Recent advances in computerized drawing equipment and graphics software now make it possible to perform all stages of the Chicago House Method using digital technology. In the updated version of the method, the artist uses scanned photographs and digitally generated orthomosaic photographs to "pencil" each scene's essential outlines and details or text by directly observing the original on a drawing tablet with a digital drawing stylus.
The digitally penciled enlargement is then used as the background for the sun-and-shadow lines' digital “inking” layer. The artistic conventions used for raised and sunk relief, traces, damage, plaster, and other features of the decorated surface remain the same. The care and skill required of the artist are as great as those required for inking on paper. Still, the digital drawing gives greater flexibility in how the inked drawing can be manipulated, allows the transfer of the information in multiple scales and formats, and makes any necessary corrections go much more quickly.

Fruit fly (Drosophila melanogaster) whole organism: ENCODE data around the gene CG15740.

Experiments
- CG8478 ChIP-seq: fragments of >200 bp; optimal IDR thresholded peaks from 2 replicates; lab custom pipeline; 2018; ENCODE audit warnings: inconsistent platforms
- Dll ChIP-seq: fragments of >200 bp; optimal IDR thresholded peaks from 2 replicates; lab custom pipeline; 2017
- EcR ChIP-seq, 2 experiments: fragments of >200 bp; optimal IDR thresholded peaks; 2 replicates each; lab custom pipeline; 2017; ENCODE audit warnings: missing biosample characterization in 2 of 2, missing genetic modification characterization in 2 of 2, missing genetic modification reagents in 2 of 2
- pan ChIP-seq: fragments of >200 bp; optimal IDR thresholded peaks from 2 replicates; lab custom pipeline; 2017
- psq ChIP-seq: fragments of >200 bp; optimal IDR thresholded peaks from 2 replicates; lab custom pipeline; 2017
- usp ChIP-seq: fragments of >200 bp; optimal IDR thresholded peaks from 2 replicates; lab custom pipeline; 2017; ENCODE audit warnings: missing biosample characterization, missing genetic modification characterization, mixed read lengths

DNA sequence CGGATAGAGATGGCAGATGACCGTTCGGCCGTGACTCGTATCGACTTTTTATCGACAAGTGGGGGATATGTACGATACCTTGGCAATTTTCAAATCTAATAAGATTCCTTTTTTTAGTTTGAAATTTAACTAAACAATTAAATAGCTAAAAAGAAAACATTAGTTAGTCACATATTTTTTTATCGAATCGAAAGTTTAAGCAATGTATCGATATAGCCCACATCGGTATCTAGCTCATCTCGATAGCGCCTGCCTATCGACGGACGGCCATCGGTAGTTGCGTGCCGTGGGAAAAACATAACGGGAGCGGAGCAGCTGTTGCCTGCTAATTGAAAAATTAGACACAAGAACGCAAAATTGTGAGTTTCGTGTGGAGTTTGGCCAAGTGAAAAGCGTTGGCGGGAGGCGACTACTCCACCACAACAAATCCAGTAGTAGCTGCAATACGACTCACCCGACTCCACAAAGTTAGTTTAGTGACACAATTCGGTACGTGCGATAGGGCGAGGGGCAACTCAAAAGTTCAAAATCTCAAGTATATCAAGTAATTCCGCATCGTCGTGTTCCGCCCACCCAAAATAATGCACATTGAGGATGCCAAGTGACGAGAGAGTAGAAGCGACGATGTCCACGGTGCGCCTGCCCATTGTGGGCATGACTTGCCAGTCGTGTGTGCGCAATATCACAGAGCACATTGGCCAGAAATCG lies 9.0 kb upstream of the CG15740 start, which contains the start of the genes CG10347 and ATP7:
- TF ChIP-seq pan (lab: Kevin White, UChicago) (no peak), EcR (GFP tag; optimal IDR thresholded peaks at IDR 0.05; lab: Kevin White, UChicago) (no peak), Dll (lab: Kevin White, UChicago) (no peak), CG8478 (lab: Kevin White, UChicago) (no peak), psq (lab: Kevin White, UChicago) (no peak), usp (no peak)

However, the speed of the process still largely depends on the quality and delicacy of the original work of art. When looking at the exquisitely detailed hieroglyphs presented by the ancient artist on the mastaba architrave of Old Kingdom scribe, Idu, one can only admire the care that went into carving each hieroglyph on these walls. Similarly, when creating the visual interpretation of this monument, the digital artist must take certain measures, carefully crafting every detail while keeping the stylistic attributes in sync with the original. The essence of digital documentation lies just as much in the details as has always been with its traditional counterpart.
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